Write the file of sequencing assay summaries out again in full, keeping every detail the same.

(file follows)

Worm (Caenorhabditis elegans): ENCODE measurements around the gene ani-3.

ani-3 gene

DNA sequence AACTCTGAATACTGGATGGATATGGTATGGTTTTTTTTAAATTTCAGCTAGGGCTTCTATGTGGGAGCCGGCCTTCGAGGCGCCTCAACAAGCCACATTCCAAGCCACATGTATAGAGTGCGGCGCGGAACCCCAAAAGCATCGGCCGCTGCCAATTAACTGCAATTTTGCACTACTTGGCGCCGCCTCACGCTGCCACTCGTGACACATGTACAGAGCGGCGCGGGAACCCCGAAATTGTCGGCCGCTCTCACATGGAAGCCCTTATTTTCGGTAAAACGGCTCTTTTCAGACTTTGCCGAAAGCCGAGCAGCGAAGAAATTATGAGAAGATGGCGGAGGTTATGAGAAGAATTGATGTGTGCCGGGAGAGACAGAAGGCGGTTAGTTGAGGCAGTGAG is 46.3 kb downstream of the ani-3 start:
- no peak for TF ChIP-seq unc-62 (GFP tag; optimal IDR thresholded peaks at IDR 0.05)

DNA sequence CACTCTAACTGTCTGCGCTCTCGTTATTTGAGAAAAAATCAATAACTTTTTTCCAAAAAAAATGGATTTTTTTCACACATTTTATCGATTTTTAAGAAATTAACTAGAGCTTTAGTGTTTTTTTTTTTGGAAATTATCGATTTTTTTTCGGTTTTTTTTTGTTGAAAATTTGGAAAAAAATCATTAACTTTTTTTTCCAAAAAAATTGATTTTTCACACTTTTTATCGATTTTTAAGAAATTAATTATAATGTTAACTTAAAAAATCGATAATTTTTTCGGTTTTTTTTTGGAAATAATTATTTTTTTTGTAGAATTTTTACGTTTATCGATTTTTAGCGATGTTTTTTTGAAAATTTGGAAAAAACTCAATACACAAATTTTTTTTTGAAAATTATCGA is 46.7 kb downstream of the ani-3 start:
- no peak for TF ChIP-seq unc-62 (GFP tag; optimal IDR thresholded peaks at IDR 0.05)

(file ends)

Worm (Caenorhabditis elegans): ENCODE measurements around the gene ani-3.

ani-3 gene

DNA sequence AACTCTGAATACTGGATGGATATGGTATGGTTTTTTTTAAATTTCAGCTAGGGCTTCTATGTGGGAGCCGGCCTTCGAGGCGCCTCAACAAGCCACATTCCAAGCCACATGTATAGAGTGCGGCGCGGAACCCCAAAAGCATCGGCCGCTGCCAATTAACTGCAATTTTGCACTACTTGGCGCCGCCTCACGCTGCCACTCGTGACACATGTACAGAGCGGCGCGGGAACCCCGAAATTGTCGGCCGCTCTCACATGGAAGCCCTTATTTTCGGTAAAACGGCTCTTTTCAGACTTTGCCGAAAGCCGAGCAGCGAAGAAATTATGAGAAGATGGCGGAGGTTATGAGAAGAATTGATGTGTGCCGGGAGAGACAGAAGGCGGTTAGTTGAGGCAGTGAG is 46.3 kb downstream of the ani-3 start:
- no peak for TF ChIP-seq unc-62 (GFP tag; optimal IDR thresholded peaks at IDR 0.05)

DNA sequence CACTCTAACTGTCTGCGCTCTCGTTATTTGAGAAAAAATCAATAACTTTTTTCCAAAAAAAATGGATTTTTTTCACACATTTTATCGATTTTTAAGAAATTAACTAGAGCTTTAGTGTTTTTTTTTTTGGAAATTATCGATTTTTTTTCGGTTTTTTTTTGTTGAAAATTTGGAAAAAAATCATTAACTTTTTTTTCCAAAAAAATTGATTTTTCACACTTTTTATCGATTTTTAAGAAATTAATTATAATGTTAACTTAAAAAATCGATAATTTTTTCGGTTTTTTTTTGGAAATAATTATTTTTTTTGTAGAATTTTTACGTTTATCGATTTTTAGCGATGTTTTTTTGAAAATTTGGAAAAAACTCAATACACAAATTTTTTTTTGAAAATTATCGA is 46.7 kb downstream of the ani-3 start:
- no peak for TF ChIP-seq unc-62 (GFP tag; optimal IDR thresholded peaks at IDR 0.05)